Our experience with Connections 5 on IBM PureSystems


The last few weeks we were involved in a customer project which led us to develop IBM Connections pattern for IBM PureSystems. The goal of these pattern was to create a fully automated installation process of an IBM Connections 5 environment which works with / depends on the official IBM pattern for WAS and DB2.


Let’s first skip ahead of the technical part and go directly to the current results:
We created two main pattern for Connections:

  1. Connections system pattern
    which consists of the following parts:
    • IBM Deployment manager pattern
    • IBM DB2 Enterprise HADR Primary pattern
    • IBM HTTP servers pattern
    • IBM Custom nodes pattern (for Connections)
    • IBM Custom nodes pattern (for Connections Content Manager)
    • IBM Core OS pattern (for Security Directory Integrator – formerly known as Tivoli Directory Integrator / TDI)
  2. Connections add node pattern
    which consists of the following parts:
    • IBM DB2 Enterprise HADR Standby pattern
    • IBM HTTP servers pattern
    • IBM Custom nodes pattern (for second Connections cluster node)
    • IBM Custom nodes pattern (for second CCM cluster node)
    • IBM Core OS pattern (for second SDI)

With these we can create a fully automated installation of Connections 5 with Connections Content Manager and optimized WAS configurations and then add additional servers to achieve a high availability configuration for Connections, CCM, DB2 and SDI. Until today this can be realized in as low as 5 ½ hours (systems pattern ~ 3,5h; add node pattern ~ 2h).
In addition it is possible to deploy multiple Connections pattern at the same time (for example for productive, development and testing purposes).

Technical insight

We encountered some interesting challenges on the way. Just to name some of them:

  • Necessary iFix installation for the IBM WAS pattern and the Connections installation
  • Silent configuration of Connections Content Manager
  • DB2 HADR configuration after initial standalone  installation

To be able to avoid these possible problems we created a specific starting and execution order. An example for the system pattern:

  1. DMGR
    1. Set initial environment settings
  2. DB2
    1. Create all DB2 instances and create needed Databases for Connections and CCM
  3. IHS
    1. Install IBM HTTP Server and set configuration
  4. Connections node
    1. Copy DB2 driver
    2. Install WAS iFixes
  5. DMGR
    1. Install WAS iFixes
    2. Install Connections 5
    3. Execute post installation tasks for Connections 5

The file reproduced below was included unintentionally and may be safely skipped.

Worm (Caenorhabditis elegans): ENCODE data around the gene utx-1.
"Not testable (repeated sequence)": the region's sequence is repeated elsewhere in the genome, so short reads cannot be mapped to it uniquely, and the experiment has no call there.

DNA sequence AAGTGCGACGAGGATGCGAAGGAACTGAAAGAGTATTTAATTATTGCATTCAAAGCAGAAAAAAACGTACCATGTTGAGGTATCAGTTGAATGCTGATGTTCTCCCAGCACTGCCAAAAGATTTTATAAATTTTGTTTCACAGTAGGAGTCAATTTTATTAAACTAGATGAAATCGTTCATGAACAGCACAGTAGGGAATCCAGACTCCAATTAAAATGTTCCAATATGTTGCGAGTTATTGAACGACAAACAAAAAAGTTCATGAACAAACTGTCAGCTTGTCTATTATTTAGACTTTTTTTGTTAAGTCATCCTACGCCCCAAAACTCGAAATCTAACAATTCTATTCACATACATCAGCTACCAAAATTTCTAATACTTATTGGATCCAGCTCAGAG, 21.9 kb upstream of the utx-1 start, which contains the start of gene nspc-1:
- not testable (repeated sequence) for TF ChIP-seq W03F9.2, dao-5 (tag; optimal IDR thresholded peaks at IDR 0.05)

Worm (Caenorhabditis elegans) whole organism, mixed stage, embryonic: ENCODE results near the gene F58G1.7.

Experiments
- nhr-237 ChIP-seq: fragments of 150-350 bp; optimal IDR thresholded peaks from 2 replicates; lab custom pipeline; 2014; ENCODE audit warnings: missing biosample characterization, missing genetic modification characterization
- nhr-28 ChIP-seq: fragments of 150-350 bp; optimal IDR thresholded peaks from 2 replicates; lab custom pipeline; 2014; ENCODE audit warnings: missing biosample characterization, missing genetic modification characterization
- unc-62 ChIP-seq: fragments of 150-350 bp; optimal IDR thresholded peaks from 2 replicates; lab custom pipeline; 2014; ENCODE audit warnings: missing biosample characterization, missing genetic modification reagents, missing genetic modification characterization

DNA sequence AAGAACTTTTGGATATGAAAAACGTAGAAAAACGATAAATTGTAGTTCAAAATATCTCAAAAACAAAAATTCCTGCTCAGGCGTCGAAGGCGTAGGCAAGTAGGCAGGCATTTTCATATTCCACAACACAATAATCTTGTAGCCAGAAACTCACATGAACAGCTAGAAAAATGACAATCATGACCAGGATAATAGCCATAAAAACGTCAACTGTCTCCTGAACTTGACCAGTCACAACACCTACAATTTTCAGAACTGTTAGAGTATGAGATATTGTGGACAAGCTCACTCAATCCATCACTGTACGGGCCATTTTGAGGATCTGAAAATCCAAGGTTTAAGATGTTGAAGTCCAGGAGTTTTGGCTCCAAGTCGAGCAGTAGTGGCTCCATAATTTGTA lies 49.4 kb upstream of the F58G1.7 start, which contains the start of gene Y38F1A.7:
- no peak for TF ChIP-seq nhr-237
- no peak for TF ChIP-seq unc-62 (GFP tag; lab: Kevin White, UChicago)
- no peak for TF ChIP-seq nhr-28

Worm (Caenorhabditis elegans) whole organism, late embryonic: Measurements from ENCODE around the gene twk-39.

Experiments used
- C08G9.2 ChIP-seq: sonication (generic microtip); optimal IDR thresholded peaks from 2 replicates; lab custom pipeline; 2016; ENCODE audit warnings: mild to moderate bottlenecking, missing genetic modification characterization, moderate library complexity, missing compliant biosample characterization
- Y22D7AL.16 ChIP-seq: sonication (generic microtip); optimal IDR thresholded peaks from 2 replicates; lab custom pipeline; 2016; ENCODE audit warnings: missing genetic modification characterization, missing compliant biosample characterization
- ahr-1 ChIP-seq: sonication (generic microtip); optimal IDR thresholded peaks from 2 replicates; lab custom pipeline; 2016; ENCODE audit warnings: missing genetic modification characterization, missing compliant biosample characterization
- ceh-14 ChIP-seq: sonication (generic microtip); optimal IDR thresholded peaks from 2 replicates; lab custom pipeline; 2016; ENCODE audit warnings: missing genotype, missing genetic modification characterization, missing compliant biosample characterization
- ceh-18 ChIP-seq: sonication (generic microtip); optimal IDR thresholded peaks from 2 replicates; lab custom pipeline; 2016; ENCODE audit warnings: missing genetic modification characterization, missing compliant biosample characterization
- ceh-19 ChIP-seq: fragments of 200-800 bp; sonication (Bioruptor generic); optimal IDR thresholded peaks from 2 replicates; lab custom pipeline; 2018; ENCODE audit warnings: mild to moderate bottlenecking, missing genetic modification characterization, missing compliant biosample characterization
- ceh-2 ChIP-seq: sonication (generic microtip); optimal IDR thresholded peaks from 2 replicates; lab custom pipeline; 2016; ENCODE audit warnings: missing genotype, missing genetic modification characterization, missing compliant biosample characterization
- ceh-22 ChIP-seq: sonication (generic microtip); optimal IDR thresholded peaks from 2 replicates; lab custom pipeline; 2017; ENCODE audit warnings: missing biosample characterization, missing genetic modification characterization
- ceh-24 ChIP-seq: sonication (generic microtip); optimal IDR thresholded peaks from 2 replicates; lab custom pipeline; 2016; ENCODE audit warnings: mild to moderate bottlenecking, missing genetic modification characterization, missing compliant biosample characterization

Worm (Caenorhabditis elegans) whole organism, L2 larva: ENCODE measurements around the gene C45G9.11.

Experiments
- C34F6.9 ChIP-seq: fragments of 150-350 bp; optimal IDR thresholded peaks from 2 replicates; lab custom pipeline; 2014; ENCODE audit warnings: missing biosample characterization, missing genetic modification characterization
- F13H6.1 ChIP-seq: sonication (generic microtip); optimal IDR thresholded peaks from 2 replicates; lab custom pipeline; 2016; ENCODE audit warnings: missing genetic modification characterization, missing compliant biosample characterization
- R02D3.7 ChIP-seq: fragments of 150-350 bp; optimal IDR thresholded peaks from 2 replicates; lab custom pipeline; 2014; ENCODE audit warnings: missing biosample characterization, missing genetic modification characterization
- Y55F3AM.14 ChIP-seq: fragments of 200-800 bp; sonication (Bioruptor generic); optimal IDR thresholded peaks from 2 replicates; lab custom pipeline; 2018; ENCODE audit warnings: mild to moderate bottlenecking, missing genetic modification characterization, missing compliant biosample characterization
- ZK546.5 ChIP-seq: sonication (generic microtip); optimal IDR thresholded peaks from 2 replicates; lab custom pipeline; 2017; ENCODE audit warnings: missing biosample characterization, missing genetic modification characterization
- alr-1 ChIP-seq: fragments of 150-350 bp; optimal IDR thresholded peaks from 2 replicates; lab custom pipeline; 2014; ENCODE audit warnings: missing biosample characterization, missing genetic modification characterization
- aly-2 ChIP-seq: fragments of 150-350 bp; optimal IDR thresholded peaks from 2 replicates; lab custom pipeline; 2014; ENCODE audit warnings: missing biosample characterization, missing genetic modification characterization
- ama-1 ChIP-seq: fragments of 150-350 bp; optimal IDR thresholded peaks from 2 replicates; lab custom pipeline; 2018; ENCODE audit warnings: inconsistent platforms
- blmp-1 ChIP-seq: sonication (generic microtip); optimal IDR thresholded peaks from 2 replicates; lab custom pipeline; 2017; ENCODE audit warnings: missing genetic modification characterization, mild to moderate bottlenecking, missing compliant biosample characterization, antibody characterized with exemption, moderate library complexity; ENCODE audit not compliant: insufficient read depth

4. Install Connections 5 iFixes
  6. Connections node
    1. Adjust JVM settings
    2. Setup Connections search for clustered environments
  7. CCM node
    1. Copy DB2 driver
    2. Install WAS iFixes
    3. Install CCM
    4. Adjust JVM settings
  8. SDI
    1. Install SDI
    2. Customise SDI
  9. DMGR
    1. Execute optional tasks for Connections


For the silent configuration of CCM we had to work with Linux’s “expect” command and pass the needed information to the “createGCD.sh” and “createObjectStore.sh”.
Some code examples:

 echo -e "nnCreating ObjectStore"
  COendpointUrl=$(awk "/>/communities</{getline; print}" $(find ${dmgrPath}/config/cells/ -name LotusConnections-config.xml) | grep -Po "(?<=ssl_href=").*w+")
  cd ${ccmPath}/ccmDomainTool; expect -c "
   set timeout 180
   spawn ./createObjectStore.sh
   expect "Enter the Deployment Manager administrator user ID*" { send "${COadminUser}r" }
   expect "Enter the Deployment Manager administrator password:" { send "${COadminPassword}r" }
   expect "*correct information?*" { send "Yr" }
   expect "Enter group name*" { send -- "r" }
   expect "endpoint URL" { send "${COendpointUrl}r" }
   expect timeout { puts "'expect' timeout reached"; exit }

As already mentioned above another critical process was to enable HADR functionality. We had to switch between different systems to accomplish this. The rough execution order looks like this:

  1. (local execution) Prepare second DB2 node (creating users, instance, …)
  2. (remote execution) Stop all servers on DMGR
  3. (remote execution) Prepare primary DB2 node for HADR and create DB backup
  4. (local execution) Restore databases from primary node on secondary node
  5. (remote execution) Start HADR on primary node
  6. (local execution) Create DB2 High Availability Instance Configuration Utility domain on secondary node
  7. (remote execution) Create DB2 HAICU domain on primary node
  8. (remote execution) Start all servers on DMGR

After all these steps the DB2 HADR is up and running and is instantly available in the Connections 5 environment.


It was a really fun experience working on this project and with the PureSystem environments. Let’s hope we can get some more of these opportunities in the future!

Leave a Reply

Your email address will not be published. Required fields are marked *

This site uses Akismet to reduce spam. Learn how your comment data is processed.